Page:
A current programme run by the International Automotive Task Force is looking to revise the technical specification IATF16949, the published standard informing quality management across the automotive industry worldwide
The concept of quality management is now a well-established aspect of all forms of business. It essentially denotes implementing a system of proven processes and procedures embodied in a written manual which are aimed at producing both consistency across a company’s operations and necessary regulatory compliance that will ultimately ensure reliable product performance. Its best known manifestation is the ISO 9001 standard published by the International Standards Organisation.
But that standard though ubiquitous is also generic and is deliberately intended to be suitable for businesses of all sorts. As such that has never been enough for the automotive industry in which a complex mix of interacting and highly demanding factors are constantly at play – not least the needs to manage lengthy supply chains, to operate sophisticated production lines with minimal downtime, to comply with increasingly stringent environmental legislation and, of course, to satisfy customer demand for products that are as safe as as they are distinctive. In consequence the automotive industry – or to be more precise the major OEMs which not only define standards for themselves but impose demands for compliance on their supply chains – has tended either to create its own bespoke quality management systems or hybrids in which ISO9001 has been supplemented by more specifically automotive industry requirements.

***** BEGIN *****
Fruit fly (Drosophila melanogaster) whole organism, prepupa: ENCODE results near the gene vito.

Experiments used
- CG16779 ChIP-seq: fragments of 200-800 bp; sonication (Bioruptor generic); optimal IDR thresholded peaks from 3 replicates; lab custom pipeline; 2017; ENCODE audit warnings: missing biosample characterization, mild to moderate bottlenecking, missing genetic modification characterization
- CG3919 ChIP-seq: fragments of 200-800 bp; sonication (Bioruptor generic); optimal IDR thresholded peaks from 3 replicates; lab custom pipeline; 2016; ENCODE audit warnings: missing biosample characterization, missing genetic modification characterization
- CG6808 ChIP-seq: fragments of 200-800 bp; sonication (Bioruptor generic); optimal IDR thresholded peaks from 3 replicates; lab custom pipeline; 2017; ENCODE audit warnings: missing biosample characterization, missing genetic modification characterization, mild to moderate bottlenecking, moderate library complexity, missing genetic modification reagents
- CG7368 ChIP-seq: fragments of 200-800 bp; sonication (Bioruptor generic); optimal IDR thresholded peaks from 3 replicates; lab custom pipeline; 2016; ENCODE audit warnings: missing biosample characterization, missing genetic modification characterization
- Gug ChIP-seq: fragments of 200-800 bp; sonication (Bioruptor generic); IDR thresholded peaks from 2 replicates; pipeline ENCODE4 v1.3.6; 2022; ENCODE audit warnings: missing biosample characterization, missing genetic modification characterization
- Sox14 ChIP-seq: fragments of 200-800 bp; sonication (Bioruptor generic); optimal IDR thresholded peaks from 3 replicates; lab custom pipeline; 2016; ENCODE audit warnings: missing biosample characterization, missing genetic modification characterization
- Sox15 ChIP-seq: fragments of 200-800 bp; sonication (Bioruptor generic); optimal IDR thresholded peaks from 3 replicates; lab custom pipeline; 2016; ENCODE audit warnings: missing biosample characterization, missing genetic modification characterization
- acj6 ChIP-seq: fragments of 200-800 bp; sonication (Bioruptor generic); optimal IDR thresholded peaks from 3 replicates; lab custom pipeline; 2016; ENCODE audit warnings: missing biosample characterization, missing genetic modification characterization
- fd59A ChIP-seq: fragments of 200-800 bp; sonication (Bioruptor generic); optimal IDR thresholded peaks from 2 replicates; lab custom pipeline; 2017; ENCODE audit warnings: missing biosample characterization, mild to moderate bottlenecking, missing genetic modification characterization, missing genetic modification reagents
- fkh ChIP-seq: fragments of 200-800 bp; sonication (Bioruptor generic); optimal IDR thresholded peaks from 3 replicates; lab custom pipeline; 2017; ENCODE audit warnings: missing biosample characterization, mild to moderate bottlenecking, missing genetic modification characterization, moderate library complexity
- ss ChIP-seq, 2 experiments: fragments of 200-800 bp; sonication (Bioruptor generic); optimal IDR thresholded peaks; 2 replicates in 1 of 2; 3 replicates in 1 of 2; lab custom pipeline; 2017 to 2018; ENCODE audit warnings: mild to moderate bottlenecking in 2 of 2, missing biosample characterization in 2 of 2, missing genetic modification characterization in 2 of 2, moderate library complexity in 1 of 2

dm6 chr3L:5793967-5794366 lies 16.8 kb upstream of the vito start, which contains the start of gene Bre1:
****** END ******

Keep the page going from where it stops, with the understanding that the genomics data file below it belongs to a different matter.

The latter approach is the one that has been taken by the International Automotive Task Force (IATF), an organisation set up in the mid-1990s that now comprises nine major OEM companies respectively BMW, VW, Daimler, GM, FCA, FCA Italy, Ford, PSA and Renault. Its purpose right from the start was to create as far as possible a single global approach to quality management which it aimed to achieve by combining compliance with ISO9001 with a further specifically automotive-related technical specification ISO/TS16949 – a situation that was in effect from round about 2002.
But now a decade and a half later the IATF is over a year into a programme to introduce a revised version of that specification called IATF16949:2016 that aims to advance even further the objective of an integrated, unitary, consistent approach to quality management across the automotive industry worldwide. In combination with the official ISO standard it aims to cover an organisation’s quality management processes in other words the business processes an organisation requires to transform a customer need into a product that meets that customer’s requirements. In order to do so it addresses issues such as context, leadership, planning, support and operation – meaning design, development, manufacture – by means of a plan, do, check cycle.
The whole initiative is being coordinated from five locations across the globe. These include Birmingham in the UK – the traditional heartland of that country’s car making industry, where operations are carried out by the Society of Motor Manufacturers and Traders (SMMT), and then also the US, Germany, France and Italy in which, respectively, administration is the responsibility of IAOB in Michigan, VDA-QMC in Berlin, IATF France in Suresnes Cedex and ANFIA in Turin. Though the original TS16949 specification underwent a revision in 2009 the indications are that new version is a much more substantial but still evolutionary updating of the basic concept.